Second, Reagan's nominations were _all_ targeted affairs. He had decided to alter the judiciary and all his nominations were aimed at that. Previously was it not the case that the general pattern was most judges were meant to be safe choices and the judgeships were handed out with a recognition of the pattern of political power, so that a Democratic president might appoint a Republican to a judgeship in a state with Republican Senators as a nod, while giving more to Democrats than Republicans overall? Anyway, it certainly wasn't the case under Reagan, whose philosophy was to use the power of the presidency to recreate the judiciary, not in response to Carter's liberal appointments but in response to the previous 30 years of judicial history.

In any case, the parties have now split on what makes a good judge. The Republicans do not want a range or mix of smart judges with a range or mix of philosophical or intellectual viewpoints, because they regard many of those viewpoints as wrong. I don't think there is a Republican presidential candidate out there whose website doesn't say something about nominating strict constructionist judges who will interpret, not make, law. I am sure some people here will regard that as just a different way of saying "judge" or at least "competent judge" but that doesn't change the fact that the mix of judges out there including many Republican appointments of yesteryear are not like that. It is a plank of the Republican platform to change the judiciary. For a future Republican Senate to approve a Democratic president's nomination of anyone outside this definition would be a failure to execute the program. They'll approve a few because of the balance of power, but the idea that they would do so because the Democrats had started to behave gentlemanly in some prior administration is cracked.
5.16.2007 11:32am
Randy R. (mail):
David N: "George Wallace never changed parties; Fritz Hollings never changed parties; Robert Byrd never changed parties--so let's stop the BS that all those racist Democrats became Republicans. "

True. But all three eventually learned to change their mind, and Wallace and Byrd especially did what they could to atone for their racism and became true defenders of civil rights for blacks. The same cannot be said for those who eventually became the dominant republican party in the south, upon which Nixon and Reagan relied up for their 'southern strategy'
5.16.2007 11:35am
Andrew Okun:
I would define "Borking" in the sense that Ted Kennedy used over-the-top rhetoric in opposing Bork's nomination.

I think that is a third meaning! You can quietly or tastefully oppose a guy for being a strict constructionist or a pot smoker, or you can be loud and demogogic and turn it into politics. Perhaps Kennedy is the inventor of this behavior in judicial nominations, though I doubt it.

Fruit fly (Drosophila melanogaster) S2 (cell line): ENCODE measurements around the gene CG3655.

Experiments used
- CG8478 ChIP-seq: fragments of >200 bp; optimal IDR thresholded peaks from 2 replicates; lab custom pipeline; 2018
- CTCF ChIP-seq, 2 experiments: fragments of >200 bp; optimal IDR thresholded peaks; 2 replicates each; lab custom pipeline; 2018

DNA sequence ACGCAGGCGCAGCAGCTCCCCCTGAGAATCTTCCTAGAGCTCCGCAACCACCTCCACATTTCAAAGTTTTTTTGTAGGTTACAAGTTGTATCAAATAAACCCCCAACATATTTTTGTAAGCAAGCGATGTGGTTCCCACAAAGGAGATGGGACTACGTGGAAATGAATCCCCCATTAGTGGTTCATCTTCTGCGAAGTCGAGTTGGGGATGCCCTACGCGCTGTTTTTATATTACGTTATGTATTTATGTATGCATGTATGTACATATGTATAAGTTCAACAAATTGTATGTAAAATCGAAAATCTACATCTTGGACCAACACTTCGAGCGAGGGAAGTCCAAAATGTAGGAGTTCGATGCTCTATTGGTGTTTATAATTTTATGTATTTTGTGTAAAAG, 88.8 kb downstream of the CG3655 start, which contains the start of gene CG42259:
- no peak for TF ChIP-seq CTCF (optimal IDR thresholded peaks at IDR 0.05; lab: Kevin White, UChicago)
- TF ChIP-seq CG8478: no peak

5.16.2007 11:39am
frankcross (mail):
Dave N, you're wrong about the Carter Administration judges. He did appoint some strong liberals but overall his judges were a moderate or even conservative bunch. He appointed more judges from the opposite party (18%) than any recent president. Reagan was at 4%. And if you look at overall decisions, his judicial appointees were distinctly less ideological than those of any president since Kennedy.
5.16.2007 11:51am
AB (mail):
Dave N says:

You argue that the Reagan Administration took ideology to a new level in choosing judges. I would suggest you are one adminstration too late. Jimmy Carter's judicial nominations were well to the left of Bill Clinton's on almost every score.

As Frank points out, that isn't supported by the evidence. Indeed, Carter established merit-based selection committees to pick appellate judges. These committees sometimes picked Republican Catholics, for example, without quizzing them on what they thought about hot-button issues. Carter was committeed to increasing the number of women and minorities on the bench, but he was not especially concerned with ideology per se. The big change, when it comes to court of appeals judges and ideology, was with Reagan, who really moved this political vetting process into the White House. There are many sources to consult on this, such as Sheldon Goldman's book on the history of judicial selection.
None of this is to say that Reagan was wrong to politicize things more -- that is a separate issue. But let's try to be accurate about things.
5.16.2007 12:33pm
Mark Field (mail):

Strom Thurmond did change parties--but I challenge you to name 2 others who did in the afternmath of the Civil Rights movement. George Wallace never changed parties; Fritz Hollings never changed parties; Robert Byrd never changed parties--so let's stop the BS that all those racist Democrats became Republicans.


This is right in one sense, wrong in another. It is true that few of the Southern Dems actually changed parties. There were some (John Connolly), of course, but that's not the real story. The real story is the party realignment in the South in which the succeeding generations of those who, in previous years would have been Dixiecrats, became instead Republicans. Vice versa in the North, of course.
5.16.2007 12:34pm
Daniel950: